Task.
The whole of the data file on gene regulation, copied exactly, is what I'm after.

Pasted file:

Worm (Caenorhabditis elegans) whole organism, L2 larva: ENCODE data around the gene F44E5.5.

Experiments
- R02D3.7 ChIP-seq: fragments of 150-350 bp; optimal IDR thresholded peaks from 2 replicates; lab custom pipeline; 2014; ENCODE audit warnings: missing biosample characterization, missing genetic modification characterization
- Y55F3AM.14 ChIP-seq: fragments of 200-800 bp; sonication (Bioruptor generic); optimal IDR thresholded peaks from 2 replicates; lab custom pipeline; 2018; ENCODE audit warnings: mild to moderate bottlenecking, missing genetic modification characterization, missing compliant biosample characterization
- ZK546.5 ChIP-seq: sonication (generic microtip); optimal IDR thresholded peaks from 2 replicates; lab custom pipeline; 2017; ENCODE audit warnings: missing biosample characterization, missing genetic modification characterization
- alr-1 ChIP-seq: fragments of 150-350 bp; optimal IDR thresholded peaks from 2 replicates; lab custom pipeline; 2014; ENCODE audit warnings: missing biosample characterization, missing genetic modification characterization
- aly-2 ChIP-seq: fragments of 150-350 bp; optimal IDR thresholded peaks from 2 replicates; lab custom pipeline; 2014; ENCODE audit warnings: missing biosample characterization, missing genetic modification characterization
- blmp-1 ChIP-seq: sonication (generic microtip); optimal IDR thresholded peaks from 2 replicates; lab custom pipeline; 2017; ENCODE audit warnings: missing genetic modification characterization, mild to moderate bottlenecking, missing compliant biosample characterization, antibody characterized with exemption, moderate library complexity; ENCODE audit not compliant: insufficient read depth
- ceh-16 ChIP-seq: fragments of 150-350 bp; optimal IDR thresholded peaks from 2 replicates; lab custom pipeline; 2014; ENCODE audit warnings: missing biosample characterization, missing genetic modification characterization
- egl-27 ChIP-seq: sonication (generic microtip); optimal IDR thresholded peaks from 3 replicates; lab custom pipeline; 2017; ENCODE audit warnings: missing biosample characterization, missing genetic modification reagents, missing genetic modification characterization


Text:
Worm (Caenorhabditis elegans) whole organism, L2 larva: ENCODE data around the gene F44E5.5.

Experiments
- R02D3.7 ChIP-seq: fragments of 150-350 bp; optimal IDR thresholded peaks from 2 replicates; lab custom pipeline; 2014; ENCODE audit warnings: missing biosample characterization, missing genetic modification characterization
- Y55F3AM.14 ChIP-seq: fragments of 200-800 bp; sonication (Bioruptor generic); optimal IDR thresholded peaks from 2 replicates; lab custom pipeline; 2018; ENCODE audit warnings: mild to moderate bottlenecking, missing genetic modification characterization, missing compliant biosample characterization
- ZK546.5 ChIP-seq: sonication (generic microtip); optimal IDR thresholded peaks from 2 replicates; lab custom pipeline; 2017; ENCODE audit warnings: missing biosample characterization, missing genetic modification characterization
- alr-1 ChIP-seq: fragments of 150-350 bp; optimal IDR thresholded peaks from 2 replicates; lab custom pipeline; 2014; ENCODE audit warnings: missing biosample characterization, missing genetic modification characterization
- aly-2 ChIP-seq: fragments of 150-350 bp; optimal IDR thresholded peaks from 2 replicates; lab custom pipeline; 2014; ENCODE audit warnings: missing biosample characterization, missing genetic modification characterization
- blmp-1 ChIP-seq: sonication (generic microtip); optimal IDR thresholded peaks from 2 replicates; lab custom pipeline; 2017; ENCODE audit warnings: missing genetic modification characterization, mild to moderate bottlenecking, missing compliant biosample characterization, antibody characterized with exemption, moderate library complexity; ENCODE audit not compliant: insufficient read depth
- ceh-16 ChIP-seq: fragments of 150-350 bp; optimal IDR thresholded peaks from 2 replicates; lab custom pipeline; 2014; ENCODE audit warnings: missing biosample characterization, missing genetic modification characterization
- egl-27 ChIP-seq: sonication (generic microtip); optimal IDR thresholded peaks from 3 replicates; lab custom pipeline; 2017; ENCODE audit warnings: missing biosample characterization, missing genetic modification reagents, missing genetic modification characterization